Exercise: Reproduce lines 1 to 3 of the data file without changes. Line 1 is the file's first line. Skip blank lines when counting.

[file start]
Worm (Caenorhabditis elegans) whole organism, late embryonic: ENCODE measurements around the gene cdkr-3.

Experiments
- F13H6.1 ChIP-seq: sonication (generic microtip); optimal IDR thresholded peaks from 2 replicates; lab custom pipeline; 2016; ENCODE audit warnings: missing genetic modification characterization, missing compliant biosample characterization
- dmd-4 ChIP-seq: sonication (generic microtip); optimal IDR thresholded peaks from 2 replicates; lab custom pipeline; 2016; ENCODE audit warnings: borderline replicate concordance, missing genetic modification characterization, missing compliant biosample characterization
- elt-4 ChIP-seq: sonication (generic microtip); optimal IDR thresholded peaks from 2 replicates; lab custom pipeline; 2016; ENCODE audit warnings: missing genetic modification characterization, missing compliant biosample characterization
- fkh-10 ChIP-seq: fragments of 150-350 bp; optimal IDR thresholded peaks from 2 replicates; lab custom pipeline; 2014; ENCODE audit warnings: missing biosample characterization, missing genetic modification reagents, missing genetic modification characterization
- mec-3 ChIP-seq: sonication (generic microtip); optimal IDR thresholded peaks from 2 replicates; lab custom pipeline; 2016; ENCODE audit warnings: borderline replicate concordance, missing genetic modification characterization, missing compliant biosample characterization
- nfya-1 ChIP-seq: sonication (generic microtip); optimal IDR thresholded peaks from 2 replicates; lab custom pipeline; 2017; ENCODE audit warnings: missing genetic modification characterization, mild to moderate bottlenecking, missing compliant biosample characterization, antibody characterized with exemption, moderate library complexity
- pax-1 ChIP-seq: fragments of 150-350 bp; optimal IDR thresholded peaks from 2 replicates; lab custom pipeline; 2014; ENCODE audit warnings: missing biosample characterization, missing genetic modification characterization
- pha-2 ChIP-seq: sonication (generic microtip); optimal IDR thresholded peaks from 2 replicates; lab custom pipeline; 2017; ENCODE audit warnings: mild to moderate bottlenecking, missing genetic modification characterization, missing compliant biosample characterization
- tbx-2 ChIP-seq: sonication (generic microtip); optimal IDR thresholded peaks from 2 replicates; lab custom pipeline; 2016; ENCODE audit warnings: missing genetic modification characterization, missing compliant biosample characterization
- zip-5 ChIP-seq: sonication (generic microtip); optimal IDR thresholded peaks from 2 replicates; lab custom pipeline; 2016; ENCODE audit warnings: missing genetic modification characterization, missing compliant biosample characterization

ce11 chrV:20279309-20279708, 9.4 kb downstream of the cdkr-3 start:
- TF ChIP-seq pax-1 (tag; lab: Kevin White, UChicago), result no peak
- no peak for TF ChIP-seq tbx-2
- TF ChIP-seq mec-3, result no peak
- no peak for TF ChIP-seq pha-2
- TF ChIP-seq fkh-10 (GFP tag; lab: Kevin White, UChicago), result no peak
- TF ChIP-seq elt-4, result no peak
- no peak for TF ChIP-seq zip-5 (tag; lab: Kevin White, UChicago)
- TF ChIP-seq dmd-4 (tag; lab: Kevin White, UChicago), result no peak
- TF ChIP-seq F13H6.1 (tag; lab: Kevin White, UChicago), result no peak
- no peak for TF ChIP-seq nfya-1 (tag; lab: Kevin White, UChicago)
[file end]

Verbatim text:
Worm (Caenorhabditis elegans) whole organism, late embryonic: ENCODE measurements around the gene cdkr-3.

Experiments
- F13H6.1 ChIP-seq: sonication (generic microtip); optimal IDR thresholded peaks from 2 replicates; lab custom pipeline; 2016; ENCODE audit warnings: missing genetic modification characterization, missing compliant biosample characterization